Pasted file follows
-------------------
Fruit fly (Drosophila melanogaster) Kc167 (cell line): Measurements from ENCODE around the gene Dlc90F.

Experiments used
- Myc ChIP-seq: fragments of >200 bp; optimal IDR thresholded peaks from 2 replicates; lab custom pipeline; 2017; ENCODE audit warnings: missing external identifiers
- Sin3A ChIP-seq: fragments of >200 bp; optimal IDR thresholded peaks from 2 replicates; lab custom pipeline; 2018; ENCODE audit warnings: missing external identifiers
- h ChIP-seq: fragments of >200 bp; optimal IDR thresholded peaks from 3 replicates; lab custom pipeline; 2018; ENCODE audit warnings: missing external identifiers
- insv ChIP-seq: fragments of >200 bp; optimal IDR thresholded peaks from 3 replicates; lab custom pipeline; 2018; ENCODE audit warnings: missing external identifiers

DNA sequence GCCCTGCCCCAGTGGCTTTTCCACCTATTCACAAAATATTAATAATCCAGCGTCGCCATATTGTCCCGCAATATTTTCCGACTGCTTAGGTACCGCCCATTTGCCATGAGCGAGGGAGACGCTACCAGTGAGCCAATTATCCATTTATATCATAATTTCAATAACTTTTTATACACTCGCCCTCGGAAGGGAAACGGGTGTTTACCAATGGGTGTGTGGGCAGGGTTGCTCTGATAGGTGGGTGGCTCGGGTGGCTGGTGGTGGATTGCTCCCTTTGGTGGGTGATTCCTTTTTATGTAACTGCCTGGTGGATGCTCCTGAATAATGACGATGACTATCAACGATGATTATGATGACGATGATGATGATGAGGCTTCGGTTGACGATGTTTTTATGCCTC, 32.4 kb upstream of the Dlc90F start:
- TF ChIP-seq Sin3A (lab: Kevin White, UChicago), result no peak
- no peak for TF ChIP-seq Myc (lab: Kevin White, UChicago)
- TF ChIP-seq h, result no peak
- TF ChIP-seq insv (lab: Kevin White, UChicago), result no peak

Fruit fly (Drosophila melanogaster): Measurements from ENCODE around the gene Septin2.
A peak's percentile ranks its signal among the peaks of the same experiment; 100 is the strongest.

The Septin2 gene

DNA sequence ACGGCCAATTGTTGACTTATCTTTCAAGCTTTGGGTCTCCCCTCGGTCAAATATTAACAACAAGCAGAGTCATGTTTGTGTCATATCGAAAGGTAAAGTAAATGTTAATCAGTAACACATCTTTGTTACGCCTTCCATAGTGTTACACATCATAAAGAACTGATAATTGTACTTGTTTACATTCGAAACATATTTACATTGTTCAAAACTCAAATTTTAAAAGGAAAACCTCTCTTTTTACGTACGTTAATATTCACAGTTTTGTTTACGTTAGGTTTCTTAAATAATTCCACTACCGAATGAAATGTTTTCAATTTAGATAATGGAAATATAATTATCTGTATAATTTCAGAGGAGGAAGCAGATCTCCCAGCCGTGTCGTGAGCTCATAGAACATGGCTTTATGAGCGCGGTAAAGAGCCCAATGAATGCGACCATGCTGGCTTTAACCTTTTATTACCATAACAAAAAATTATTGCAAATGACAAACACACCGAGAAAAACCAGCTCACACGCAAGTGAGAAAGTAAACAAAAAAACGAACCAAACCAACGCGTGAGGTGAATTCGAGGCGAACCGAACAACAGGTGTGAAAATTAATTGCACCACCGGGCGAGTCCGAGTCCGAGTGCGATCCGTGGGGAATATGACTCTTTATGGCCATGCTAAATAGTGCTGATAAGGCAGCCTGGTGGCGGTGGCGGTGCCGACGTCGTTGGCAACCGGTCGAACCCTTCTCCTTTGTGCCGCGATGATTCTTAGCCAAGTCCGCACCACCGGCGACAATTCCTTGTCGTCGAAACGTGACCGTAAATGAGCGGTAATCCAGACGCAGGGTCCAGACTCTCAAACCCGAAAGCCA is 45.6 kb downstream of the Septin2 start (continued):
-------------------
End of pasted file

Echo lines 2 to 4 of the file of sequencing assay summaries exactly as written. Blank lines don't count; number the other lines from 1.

Experiments used
- Myc ChIP-seq: fragments of >200 bp; optimal IDR thresholded peaks from 2 replicates; lab custom pipeline; 2017; ENCODE audit warnings: missing external identifiers
- Sin3A ChIP-seq: fragments of >200 bp; optimal IDR thresholded peaks from 2 replicates; lab custom pipeline; 2018; ENCODE audit warnings: missing external identifiers